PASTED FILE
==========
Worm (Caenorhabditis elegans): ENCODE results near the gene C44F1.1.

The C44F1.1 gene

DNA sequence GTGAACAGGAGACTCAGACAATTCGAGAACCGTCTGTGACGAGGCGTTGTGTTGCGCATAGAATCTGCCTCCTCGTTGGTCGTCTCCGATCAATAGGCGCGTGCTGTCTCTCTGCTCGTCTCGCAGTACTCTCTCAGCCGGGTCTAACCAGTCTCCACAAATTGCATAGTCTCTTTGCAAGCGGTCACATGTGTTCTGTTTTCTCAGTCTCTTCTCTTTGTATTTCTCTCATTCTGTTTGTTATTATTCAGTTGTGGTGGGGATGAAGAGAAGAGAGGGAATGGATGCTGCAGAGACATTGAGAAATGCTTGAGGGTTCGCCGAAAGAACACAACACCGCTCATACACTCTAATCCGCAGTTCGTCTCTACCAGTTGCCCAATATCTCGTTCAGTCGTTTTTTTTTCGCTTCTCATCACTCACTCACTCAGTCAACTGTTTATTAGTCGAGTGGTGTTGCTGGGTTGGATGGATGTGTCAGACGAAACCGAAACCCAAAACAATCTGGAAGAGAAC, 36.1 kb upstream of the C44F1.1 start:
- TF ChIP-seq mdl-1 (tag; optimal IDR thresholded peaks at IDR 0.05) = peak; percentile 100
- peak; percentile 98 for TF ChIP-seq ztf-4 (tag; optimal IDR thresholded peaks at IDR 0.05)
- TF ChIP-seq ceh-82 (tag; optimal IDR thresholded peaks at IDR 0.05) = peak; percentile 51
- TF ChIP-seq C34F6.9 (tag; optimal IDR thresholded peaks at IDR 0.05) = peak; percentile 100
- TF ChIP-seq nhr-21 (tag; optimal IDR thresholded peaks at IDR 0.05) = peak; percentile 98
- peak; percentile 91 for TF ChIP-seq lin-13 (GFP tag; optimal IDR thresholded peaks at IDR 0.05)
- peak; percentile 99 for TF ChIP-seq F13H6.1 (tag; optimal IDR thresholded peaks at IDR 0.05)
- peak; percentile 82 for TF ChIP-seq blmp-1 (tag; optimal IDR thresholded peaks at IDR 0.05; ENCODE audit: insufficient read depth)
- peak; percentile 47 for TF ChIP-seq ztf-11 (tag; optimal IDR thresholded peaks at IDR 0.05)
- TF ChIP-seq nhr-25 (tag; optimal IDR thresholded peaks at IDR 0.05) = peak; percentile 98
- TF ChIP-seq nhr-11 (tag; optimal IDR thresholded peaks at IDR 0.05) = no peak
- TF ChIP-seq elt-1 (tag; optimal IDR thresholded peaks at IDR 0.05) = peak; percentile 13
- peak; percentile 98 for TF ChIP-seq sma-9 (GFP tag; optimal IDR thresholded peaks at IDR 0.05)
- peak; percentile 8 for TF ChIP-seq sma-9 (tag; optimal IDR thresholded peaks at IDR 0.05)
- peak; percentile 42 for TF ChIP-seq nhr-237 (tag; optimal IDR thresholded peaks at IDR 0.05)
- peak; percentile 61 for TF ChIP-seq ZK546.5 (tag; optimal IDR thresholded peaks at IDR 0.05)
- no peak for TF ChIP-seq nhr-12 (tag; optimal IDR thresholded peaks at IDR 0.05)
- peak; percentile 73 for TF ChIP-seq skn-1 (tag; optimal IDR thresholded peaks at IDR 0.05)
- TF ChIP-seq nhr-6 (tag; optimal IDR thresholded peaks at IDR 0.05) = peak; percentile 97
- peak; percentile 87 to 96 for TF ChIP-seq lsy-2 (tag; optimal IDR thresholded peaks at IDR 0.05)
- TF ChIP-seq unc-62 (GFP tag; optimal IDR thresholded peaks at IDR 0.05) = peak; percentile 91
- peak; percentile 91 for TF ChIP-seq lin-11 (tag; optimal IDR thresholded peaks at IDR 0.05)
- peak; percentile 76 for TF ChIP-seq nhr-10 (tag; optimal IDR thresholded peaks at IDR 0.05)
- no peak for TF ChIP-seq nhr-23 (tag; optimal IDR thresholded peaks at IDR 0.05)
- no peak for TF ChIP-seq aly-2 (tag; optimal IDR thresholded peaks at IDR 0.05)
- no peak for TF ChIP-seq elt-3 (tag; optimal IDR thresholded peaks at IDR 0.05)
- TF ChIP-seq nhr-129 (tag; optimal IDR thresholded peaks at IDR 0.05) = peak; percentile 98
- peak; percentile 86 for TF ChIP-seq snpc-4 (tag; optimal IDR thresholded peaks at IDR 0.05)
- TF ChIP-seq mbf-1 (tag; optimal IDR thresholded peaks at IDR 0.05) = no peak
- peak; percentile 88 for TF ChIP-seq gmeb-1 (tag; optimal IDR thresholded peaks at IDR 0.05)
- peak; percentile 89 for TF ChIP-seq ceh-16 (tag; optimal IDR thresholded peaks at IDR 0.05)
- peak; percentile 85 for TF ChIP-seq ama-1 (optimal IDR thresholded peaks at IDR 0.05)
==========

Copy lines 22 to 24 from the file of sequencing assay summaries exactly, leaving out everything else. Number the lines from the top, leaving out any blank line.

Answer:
- TF ChIP-seq nhr-6 (tag; optimal IDR thresholded peaks at IDR 0.05) = peak; percentile 97
- peak; percentile 87 to 96 for TF ChIP-seq lsy-2 (tag; optimal IDR thresholded peaks at IDR 0.05)
- TF ChIP-seq unc-62 (GFP tag; optimal IDR thresholded peaks at IDR 0.05) = peak; percentile 91